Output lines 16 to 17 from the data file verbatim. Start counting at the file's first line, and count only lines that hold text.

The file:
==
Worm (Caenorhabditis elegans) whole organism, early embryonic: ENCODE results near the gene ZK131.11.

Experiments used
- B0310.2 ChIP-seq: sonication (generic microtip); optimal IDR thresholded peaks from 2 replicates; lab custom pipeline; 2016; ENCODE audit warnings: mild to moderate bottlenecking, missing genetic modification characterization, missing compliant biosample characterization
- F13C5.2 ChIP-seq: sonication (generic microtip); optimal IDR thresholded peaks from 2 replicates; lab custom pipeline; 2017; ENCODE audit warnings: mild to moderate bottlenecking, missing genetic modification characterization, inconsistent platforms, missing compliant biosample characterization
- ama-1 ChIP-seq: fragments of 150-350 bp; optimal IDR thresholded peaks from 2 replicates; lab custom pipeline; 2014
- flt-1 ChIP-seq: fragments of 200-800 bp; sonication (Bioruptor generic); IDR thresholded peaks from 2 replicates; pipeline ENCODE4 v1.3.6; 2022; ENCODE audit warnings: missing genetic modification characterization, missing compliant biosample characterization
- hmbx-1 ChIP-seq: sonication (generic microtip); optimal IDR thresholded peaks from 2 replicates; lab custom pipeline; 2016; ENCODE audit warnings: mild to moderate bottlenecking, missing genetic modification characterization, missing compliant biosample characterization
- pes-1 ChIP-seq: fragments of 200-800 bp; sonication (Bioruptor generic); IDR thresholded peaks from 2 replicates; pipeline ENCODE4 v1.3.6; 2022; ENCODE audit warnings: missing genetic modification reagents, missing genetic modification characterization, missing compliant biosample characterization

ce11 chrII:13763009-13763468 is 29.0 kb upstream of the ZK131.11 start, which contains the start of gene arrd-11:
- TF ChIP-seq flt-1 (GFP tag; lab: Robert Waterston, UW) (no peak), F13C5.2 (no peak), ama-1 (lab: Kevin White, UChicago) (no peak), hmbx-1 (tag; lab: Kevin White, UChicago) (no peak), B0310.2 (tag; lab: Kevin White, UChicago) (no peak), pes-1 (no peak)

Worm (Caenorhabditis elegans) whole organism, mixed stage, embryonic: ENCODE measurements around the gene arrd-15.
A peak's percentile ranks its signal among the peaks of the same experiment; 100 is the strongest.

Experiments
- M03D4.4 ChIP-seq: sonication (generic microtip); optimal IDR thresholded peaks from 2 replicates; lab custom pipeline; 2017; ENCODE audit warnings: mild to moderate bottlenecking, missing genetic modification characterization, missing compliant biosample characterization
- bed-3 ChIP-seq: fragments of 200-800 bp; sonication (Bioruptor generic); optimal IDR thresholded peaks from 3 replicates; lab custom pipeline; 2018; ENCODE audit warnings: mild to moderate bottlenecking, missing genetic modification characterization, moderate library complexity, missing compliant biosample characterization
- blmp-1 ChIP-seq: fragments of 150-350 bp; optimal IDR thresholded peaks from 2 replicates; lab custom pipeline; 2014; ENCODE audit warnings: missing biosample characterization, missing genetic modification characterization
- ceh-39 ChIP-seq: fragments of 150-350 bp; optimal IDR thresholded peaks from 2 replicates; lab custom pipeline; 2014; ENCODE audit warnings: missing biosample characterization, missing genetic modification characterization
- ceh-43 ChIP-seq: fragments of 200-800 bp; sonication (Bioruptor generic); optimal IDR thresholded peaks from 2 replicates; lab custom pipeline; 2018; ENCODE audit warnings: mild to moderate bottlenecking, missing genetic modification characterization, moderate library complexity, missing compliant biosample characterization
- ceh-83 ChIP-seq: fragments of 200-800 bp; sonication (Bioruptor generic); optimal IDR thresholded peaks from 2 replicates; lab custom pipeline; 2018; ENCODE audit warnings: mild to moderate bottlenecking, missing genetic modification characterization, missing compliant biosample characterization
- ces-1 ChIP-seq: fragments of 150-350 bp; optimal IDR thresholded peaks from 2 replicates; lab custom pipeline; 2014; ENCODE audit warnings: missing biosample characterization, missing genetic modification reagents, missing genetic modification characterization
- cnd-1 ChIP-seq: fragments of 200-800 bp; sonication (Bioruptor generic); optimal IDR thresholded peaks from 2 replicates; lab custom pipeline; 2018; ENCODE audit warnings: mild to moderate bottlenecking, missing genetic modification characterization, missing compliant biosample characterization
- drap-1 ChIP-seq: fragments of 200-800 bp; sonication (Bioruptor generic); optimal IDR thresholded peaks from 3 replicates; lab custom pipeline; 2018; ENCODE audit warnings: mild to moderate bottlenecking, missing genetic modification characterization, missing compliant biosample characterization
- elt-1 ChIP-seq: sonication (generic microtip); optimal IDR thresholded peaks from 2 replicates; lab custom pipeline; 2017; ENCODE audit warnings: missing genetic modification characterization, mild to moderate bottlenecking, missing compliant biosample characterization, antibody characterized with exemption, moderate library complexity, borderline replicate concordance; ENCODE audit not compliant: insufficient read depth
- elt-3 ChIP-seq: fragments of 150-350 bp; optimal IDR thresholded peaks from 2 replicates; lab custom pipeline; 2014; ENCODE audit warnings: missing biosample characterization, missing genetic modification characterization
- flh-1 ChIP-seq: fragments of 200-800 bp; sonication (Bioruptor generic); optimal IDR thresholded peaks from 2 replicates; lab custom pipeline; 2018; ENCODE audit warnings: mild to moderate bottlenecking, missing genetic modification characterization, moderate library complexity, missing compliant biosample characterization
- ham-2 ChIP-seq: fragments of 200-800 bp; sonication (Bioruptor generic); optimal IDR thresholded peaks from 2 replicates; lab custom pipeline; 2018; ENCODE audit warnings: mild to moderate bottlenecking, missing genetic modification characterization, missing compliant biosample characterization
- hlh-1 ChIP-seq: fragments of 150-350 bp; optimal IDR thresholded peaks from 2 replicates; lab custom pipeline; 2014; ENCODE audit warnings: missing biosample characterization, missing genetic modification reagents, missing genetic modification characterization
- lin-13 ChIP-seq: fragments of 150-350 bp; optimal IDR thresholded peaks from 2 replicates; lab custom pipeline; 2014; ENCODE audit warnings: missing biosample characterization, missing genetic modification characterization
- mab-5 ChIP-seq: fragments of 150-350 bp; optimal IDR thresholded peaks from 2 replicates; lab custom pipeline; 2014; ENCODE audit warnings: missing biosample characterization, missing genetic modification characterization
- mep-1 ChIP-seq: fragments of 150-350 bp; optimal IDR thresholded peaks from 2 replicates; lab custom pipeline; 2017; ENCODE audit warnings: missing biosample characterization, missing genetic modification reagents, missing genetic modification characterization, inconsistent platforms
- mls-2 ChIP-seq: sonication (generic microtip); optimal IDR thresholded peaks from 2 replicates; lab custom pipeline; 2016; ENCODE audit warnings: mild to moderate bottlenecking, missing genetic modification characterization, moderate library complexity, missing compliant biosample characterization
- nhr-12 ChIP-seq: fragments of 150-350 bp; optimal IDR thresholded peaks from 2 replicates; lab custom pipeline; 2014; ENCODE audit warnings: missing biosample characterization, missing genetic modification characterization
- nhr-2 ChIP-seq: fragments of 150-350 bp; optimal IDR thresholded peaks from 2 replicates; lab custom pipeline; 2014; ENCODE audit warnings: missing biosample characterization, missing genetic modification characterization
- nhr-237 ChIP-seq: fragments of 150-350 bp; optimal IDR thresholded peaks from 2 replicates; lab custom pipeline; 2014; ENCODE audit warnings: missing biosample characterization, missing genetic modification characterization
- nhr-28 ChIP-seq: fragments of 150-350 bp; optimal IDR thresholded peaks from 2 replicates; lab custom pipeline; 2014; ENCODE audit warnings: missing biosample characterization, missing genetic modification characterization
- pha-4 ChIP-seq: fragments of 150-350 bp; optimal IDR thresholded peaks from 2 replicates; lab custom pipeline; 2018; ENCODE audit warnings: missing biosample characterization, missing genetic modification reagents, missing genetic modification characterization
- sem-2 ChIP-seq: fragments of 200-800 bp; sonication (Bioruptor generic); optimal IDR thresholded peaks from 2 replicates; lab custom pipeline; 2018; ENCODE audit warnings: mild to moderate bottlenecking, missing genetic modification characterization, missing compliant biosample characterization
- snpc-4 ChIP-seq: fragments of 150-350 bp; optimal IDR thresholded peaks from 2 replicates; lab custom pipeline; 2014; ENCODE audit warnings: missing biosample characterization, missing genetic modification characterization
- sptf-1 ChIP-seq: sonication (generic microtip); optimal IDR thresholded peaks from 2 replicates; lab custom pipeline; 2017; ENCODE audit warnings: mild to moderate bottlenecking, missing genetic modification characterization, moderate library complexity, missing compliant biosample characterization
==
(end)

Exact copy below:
- blmp-1 ChIP-seq: fragments of 150-350 bp; optimal IDR thresholded peaks from 2 replicates; lab custom pipeline; 2014; ENCODE audit warnings: missing biosample characterization, missing genetic modification characterization
- ceh-39 ChIP-seq: fragments of 150-350 bp; optimal IDR thresholded peaks from 2 replicates; lab custom pipeline; 2014; ENCODE audit warnings: missing biosample characterization, missing genetic modification characterization